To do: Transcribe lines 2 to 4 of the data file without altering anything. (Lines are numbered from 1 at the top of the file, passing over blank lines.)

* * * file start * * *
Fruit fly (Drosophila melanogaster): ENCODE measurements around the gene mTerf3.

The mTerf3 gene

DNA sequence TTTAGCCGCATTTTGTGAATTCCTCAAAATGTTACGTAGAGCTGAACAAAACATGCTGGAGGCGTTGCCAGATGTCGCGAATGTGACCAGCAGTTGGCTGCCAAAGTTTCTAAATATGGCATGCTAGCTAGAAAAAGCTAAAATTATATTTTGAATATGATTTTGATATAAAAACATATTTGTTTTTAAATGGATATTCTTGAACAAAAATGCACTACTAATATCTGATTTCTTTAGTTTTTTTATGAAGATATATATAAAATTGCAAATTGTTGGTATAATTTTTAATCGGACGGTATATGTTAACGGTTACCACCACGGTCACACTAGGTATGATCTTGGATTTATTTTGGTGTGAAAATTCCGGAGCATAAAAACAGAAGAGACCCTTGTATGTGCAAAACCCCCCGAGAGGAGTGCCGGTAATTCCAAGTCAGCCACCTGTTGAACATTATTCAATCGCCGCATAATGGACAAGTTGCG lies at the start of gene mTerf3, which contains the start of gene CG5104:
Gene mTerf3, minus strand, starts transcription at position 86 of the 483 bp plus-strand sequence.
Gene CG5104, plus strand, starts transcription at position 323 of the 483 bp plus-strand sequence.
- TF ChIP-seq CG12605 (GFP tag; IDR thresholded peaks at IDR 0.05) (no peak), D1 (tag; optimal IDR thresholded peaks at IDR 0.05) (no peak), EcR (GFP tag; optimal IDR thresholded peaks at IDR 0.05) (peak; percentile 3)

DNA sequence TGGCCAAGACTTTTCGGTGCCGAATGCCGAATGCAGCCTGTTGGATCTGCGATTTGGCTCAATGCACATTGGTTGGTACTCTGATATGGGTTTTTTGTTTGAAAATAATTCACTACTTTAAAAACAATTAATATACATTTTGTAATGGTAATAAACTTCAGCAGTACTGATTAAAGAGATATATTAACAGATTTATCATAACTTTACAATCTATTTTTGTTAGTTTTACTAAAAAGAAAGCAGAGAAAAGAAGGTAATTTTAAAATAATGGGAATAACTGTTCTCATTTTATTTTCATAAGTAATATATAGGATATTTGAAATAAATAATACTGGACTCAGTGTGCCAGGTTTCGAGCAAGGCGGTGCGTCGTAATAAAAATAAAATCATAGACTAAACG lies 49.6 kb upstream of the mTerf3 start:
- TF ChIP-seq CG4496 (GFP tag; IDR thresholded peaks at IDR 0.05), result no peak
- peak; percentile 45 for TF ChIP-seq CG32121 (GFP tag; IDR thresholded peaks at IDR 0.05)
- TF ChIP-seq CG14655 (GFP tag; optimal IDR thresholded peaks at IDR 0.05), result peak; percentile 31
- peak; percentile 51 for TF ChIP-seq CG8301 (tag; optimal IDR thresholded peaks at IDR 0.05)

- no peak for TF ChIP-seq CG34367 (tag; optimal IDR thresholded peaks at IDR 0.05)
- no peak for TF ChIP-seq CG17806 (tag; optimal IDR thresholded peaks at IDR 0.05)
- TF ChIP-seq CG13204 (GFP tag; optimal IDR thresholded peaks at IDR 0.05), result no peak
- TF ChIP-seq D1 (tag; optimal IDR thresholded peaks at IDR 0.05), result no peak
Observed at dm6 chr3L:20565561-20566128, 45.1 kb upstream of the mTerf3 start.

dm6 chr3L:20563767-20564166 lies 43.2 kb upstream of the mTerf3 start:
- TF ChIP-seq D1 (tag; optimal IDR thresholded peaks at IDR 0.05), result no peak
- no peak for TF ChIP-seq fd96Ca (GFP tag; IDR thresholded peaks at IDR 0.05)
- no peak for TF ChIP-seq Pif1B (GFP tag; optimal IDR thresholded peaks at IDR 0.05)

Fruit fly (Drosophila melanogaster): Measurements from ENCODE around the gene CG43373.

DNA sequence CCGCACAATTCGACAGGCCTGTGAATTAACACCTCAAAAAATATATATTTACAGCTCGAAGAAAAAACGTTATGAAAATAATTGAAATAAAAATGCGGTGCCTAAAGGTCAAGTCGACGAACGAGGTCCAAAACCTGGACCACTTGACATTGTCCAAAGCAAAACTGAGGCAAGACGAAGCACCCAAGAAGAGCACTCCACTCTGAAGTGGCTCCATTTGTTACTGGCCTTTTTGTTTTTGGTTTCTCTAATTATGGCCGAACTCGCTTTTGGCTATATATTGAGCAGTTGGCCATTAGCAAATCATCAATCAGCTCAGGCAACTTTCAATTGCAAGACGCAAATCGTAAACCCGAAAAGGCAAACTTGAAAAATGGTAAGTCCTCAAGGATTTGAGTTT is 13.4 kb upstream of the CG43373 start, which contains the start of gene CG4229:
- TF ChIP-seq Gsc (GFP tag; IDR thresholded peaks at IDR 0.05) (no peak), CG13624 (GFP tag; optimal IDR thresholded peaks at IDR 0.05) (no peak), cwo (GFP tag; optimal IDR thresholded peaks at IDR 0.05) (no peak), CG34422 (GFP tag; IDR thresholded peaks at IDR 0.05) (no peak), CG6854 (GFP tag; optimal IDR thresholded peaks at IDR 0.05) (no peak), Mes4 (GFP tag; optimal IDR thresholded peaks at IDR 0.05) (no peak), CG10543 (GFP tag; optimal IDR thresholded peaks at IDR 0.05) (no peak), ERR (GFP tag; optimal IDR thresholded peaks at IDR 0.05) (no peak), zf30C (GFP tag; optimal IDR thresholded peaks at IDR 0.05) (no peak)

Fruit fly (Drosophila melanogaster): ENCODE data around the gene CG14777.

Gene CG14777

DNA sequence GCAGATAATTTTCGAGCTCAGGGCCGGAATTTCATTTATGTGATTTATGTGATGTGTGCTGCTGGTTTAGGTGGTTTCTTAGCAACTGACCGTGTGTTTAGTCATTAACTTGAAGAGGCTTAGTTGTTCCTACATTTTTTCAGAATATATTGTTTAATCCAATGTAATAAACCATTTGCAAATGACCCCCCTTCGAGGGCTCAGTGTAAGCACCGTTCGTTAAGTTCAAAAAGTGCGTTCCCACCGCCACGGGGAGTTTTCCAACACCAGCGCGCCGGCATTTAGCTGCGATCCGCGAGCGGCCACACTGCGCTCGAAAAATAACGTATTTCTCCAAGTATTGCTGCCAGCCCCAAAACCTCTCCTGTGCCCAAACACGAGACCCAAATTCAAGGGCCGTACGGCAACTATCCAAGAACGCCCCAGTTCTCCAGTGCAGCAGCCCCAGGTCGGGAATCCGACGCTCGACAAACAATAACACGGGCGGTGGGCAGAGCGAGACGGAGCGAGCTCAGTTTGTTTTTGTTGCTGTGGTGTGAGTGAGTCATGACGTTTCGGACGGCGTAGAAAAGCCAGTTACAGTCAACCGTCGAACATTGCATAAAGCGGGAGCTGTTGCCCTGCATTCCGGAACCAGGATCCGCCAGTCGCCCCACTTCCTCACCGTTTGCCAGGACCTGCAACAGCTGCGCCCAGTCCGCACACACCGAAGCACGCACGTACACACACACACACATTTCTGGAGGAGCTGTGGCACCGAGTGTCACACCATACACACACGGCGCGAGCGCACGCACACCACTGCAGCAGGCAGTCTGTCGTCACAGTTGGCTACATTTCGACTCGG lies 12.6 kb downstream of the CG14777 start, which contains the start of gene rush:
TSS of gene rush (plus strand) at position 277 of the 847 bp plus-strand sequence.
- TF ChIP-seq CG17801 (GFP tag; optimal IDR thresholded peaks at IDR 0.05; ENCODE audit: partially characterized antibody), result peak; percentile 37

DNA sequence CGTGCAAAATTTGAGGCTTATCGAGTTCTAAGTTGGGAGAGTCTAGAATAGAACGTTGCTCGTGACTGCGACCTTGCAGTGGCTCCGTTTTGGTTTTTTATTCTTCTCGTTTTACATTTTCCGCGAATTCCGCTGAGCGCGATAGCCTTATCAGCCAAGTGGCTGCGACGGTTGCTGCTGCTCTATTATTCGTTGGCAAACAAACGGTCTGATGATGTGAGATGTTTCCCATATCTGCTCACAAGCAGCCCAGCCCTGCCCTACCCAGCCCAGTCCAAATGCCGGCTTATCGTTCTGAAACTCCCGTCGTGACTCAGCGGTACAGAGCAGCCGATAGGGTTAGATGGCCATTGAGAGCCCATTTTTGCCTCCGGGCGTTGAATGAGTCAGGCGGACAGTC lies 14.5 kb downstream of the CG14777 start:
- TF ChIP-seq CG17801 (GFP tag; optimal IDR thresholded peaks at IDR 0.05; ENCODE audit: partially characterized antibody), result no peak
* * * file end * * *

The mTerf3 gene

DNA sequence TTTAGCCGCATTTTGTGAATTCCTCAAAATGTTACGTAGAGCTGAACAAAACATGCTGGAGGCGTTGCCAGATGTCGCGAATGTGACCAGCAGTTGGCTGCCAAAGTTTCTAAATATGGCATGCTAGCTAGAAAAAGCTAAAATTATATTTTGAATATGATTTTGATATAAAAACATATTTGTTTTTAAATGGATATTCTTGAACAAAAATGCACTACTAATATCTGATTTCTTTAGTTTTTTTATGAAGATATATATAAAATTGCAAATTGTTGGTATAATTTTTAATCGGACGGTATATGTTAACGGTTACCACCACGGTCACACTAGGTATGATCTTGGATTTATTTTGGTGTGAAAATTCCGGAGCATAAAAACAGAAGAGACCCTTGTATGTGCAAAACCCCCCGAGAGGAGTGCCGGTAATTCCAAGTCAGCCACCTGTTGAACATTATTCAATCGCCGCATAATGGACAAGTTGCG lies at the start of gene mTerf3, which contains the start of gene CG5104:
Gene mTerf3, minus strand, starts transcription at position 86 of the 483 bp plus-strand sequence.